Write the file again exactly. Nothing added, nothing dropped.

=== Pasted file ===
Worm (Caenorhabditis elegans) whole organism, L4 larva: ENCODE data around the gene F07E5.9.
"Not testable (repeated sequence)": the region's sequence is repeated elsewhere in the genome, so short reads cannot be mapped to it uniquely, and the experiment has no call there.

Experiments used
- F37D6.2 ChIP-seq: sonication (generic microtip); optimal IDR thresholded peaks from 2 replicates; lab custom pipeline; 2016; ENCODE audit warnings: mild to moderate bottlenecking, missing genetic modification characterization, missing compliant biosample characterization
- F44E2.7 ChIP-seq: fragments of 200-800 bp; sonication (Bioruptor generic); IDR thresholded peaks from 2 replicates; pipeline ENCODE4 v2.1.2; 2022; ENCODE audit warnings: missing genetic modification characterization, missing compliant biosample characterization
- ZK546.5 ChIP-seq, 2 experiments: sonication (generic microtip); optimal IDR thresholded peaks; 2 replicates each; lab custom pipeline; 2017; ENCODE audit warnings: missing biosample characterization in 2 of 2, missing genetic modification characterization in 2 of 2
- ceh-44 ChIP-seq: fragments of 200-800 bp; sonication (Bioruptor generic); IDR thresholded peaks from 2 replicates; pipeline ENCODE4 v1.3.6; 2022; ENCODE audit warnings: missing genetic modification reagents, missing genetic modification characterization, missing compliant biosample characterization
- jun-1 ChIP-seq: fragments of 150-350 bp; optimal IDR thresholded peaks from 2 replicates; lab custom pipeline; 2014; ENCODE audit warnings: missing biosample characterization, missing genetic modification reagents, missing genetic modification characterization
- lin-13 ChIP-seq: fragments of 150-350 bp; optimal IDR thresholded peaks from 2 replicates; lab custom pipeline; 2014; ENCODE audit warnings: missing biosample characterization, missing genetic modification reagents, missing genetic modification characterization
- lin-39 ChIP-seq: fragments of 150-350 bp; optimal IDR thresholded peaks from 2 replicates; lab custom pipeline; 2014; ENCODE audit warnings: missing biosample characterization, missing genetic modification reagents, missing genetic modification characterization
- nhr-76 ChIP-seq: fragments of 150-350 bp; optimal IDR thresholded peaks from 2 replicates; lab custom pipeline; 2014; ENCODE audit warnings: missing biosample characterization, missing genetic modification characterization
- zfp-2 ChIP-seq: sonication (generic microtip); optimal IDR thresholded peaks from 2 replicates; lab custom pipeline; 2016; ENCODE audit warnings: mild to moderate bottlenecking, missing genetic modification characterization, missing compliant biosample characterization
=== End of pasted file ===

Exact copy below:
Worm (Caenorhabditis elegans) whole organism, L4 larva: ENCODE data around the gene F07E5.9.
"Not testable (repeated sequence)": the region's sequence is repeated elsewhere in the genome, so short reads cannot be mapped to it uniquely, and the experiment has no call there.

Experiments used
- F37D6.2 ChIP-seq: sonication (generic microtip); optimal IDR thresholded peaks from 2 replicates; lab custom pipeline; 2016; ENCODE audit warnings: mild to moderate bottlenecking, missing genetic modification characterization, missing compliant biosample characterization
- F44E2.7 ChIP-seq: fragments of 200-800 bp; sonication (Bioruptor generic); IDR thresholded peaks from 2 replicates; pipeline ENCODE4 v2.1.2; 2022; ENCODE audit warnings: missing genetic modification characterization, missing compliant biosample characterization
- ZK546.5 ChIP-seq, 2 experiments: sonication (generic microtip); optimal IDR thresholded peaks; 2 replicates each; lab custom pipeline; 2017; ENCODE audit warnings: missing biosample characterization in 2 of 2, missing genetic modification characterization in 2 of 2
- ceh-44 ChIP-seq: fragments of 200-800 bp; sonication (Bioruptor generic); IDR thresholded peaks from 2 replicates; pipeline ENCODE4 v1.3.6; 2022; ENCODE audit warnings: missing genetic modification reagents, missing genetic modification characterization, missing compliant biosample characterization
- jun-1 ChIP-seq: fragments of 150-350 bp; optimal IDR thresholded peaks from 2 replicates; lab custom pipeline; 2014; ENCODE audit warnings: missing biosample characterization, missing genetic modification reagents, missing genetic modification characterization
- lin-13 ChIP-seq: fragments of 150-350 bp; optimal IDR thresholded peaks from 2 replicates; lab custom pipeline; 2014; ENCODE audit warnings: missing biosample characterization, missing genetic modification reagents, missing genetic modification characterization
- lin-39 ChIP-seq: fragments of 150-350 bp; optimal IDR thresholded peaks from 2 replicates; lab custom pipeline; 2014; ENCODE audit warnings: missing biosample characterization, missing genetic modification reagents, missing genetic modification characterization
- nhr-76 ChIP-seq: fragments of 150-350 bp; optimal IDR thresholded peaks from 2 replicates; lab custom pipeline; 2014; ENCODE audit warnings: missing biosample characterization, missing genetic modification characterization
- zfp-2 ChIP-seq: sonication (generic microtip); optimal IDR thresholded peaks from 2 replicates; lab custom pipeline; 2016; ENCODE audit warnings: mild to moderate bottlenecking, missing genetic modification characterization, missing compliant biosample characterization